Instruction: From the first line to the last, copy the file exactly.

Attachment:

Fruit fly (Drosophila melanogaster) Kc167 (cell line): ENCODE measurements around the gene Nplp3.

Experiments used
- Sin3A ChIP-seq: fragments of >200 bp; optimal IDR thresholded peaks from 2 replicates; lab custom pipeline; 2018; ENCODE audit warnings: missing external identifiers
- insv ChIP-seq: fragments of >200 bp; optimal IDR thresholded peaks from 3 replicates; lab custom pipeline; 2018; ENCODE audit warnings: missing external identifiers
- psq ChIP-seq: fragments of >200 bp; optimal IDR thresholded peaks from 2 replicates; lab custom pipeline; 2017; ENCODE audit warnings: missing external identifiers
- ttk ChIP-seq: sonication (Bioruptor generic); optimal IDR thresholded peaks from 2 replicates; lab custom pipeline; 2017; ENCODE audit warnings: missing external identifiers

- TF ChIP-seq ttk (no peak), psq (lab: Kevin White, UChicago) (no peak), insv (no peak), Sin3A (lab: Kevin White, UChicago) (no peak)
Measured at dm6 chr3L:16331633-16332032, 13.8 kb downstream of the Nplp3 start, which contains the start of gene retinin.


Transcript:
Fruit fly (Drosophila melanogaster) Kc167 (cell line): ENCODE measurements around the gene Nplp3.

Experiments used
- Sin3A ChIP-seq: fragments of >200 bp; optimal IDR thresholded peaks from 2 replicates; lab custom pipeline; 2018; ENCODE audit warnings: missing external identifiers
- insv ChIP-seq: fragments of >200 bp; optimal IDR thresholded peaks from 3 replicates; lab custom pipeline; 2018; ENCODE audit warnings: missing external identifiers
- psq ChIP-seq: fragments of >200 bp; optimal IDR thresholded peaks from 2 replicates; lab custom pipeline; 2017; ENCODE audit warnings: missing external identifiers
- ttk ChIP-seq: sonication (Bioruptor generic); optimal IDR thresholded peaks from 2 replicates; lab custom pipeline; 2017; ENCODE audit warnings: missing external identifiers

- TF ChIP-seq ttk (no peak), psq (lab: Kevin White, UChicago) (no peak), insv (no peak), Sin3A (lab: Kevin White, UChicago) (no peak)
Measured at dm6 chr3L:16331633-16332032, 13.8 kb downstream of the Nplp3 start, which contains the start of gene retinin.